They actually talked about Cece McDonald! How awesome is that!? And they didn’t just drop her name, they had a trans woman tell her story, talk about what happened to her. That was amazing.
Finally, Annalise and Jill talking about love and bonding over the relief they feel now that they’re out of abusive relationships was terrific. Jill saying “I believed him when he said he was the only one who could ever love me” stabbed me right in the heart. That’s something that we, as trans women, hear all the time, from society, from the men we sleep with, from the women we sleep with, from all around us, and here was a trans woman who finally fought back against that and broke free of that mental abuse. I think this was the best Very Special Trans Episode of a show that I’ve ever seen.
A few other notes:
“Old ladies can like vag too.” That line made me throw my head back and laugh.
I really like that not only is Annalise on Jill’s side in this case, but they’re old friends. It shows that trans people are a part of her life and that her fighting against the transphobic husband and cop wasn’t just for show.
I thought Alexandra Billings was a fantastic choice for this show and I almost expect to see her take the lead on a show of her own within the next few years (which, as an avid teevee watcher, I really couldn’t find myself saying not that long ago). Trans characters on shows like this are often time relegated to angsty teens who are convinced or often forced backwards or a tragic older person with no one at all on their side. Because of this history one of my favorite aspects of this episode was that Jill and Annalise were already friends to begin with, and that meant every transphobic comment was met with a rebuttal rather than being used as a cheap joke at the trans person’s expense. I’ll be honest, I was worried about how this would go down considering Shondaland doesn’t have a super great track record, with some of the missteps made in Grey’s Anatomy, alongside the fact that this storyline breaches into trope territory (femme fatale trans women murders husband), but it was incredibly refreshing to see that kind of thing turned on its head by showing just how much Jill and Annalise have in common.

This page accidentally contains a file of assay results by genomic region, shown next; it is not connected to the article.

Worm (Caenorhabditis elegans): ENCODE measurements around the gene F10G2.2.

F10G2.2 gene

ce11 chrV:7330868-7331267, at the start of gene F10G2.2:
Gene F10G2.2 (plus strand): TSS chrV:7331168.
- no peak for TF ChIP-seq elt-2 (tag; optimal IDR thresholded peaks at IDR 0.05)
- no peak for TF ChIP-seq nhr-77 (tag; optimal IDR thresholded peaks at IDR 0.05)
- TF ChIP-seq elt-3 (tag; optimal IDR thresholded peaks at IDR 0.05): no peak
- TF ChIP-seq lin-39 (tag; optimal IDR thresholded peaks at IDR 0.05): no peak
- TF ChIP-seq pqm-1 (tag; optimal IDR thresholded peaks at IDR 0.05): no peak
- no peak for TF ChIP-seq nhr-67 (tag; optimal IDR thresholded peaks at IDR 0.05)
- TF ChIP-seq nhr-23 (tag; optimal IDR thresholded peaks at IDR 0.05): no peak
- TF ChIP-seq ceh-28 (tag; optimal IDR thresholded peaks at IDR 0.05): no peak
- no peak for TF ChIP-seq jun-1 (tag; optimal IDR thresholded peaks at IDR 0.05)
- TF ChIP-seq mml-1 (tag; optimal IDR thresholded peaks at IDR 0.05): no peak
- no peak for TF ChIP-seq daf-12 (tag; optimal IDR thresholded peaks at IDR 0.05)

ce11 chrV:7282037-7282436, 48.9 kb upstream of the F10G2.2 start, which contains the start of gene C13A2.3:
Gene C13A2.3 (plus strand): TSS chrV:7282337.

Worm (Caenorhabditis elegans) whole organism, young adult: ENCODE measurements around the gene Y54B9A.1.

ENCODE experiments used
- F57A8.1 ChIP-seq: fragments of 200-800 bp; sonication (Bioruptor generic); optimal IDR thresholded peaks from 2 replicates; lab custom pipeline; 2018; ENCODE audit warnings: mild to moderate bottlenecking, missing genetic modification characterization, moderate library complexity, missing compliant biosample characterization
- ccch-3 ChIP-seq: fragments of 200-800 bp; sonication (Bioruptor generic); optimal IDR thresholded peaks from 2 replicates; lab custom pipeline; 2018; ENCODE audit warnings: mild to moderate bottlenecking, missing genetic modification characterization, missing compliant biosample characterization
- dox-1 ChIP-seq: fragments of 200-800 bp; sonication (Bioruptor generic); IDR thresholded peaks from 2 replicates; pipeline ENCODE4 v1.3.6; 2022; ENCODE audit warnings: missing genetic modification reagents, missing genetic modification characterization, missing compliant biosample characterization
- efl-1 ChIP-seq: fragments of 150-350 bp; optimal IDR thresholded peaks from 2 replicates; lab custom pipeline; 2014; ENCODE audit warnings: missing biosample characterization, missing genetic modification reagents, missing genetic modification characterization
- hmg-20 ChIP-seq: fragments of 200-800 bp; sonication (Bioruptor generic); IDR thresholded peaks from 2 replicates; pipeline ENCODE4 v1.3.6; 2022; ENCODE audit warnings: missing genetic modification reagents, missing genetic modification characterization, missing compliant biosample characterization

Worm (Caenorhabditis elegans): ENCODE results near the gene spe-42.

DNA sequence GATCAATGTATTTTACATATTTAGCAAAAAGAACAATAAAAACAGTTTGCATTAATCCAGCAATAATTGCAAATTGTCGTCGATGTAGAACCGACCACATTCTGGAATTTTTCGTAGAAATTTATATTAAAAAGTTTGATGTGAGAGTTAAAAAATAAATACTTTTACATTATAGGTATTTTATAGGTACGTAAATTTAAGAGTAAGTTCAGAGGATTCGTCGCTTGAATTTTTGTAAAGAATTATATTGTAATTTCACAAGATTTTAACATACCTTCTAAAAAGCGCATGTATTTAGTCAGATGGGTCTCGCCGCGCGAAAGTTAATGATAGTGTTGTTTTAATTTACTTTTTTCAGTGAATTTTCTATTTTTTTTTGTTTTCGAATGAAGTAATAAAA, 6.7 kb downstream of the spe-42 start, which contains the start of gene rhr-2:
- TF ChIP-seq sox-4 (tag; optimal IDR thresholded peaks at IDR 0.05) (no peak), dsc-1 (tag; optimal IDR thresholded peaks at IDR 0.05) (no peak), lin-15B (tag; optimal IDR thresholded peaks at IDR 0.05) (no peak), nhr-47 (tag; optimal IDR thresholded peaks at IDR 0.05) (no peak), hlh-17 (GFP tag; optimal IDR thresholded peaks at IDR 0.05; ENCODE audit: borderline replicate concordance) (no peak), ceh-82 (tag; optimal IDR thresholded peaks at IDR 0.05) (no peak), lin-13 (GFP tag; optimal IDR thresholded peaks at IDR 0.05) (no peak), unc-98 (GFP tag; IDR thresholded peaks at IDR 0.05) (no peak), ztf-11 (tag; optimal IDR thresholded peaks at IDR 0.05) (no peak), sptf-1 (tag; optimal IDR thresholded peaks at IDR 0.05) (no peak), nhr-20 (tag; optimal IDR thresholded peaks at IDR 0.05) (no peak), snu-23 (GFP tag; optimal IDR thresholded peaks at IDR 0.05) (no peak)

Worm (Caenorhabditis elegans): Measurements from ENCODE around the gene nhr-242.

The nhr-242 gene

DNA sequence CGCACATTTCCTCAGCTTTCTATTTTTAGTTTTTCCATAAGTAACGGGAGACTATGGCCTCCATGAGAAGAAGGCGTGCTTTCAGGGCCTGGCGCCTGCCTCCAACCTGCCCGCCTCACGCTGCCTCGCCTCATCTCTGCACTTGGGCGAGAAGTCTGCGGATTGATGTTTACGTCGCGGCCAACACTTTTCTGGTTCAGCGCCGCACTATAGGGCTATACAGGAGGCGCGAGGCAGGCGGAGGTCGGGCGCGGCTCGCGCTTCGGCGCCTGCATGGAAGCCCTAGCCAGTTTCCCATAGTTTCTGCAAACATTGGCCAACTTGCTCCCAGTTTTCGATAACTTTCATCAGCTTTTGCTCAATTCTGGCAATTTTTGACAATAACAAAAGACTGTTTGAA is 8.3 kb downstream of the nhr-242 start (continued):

All and all I thought the storyline itself was a little thin but it was handled expertly.
When I downloaded Sadie’s screencaps, they made me laugh so hard.
Tuesdays and Thursdays on YouTube
Written by Karly
This week Carmilla, Perry, and Mel agree that their missing periods is related to students all over campus acting like farm animals and magic is involved. Like seasons 1 and 2, the main plot takes a backseat to the characters interacting with each other. Mel is so shy, Perry is like a mix of Hermione Granger and Professor Trelawney, and Carmilla is trying to be the aviator-wearing guard in Cool Hand Luke.
In present day, Laura is taken aback that Carmilla threatened to break so many fingers and Carmilla shrugs, like “Stop forgetting I’m a vampire.” Then they tease each other and it’s adorable. I missed Laura in episode 3, but she made up for it all in that one scene.
But back on the VHS tapes, Carmilla doesn’t use thumb screws on Perry. Instead she stomps on Perry’s attempts to cast spells, telling her the OtherWorld doesn’t reveal itself to muggles. You can see the sparkle leave Perry’s eyes. Words can hurt worse than thumb screws.
Next week maybe they find a clue or they could just play Clue on that giant awesome table. I would watch either.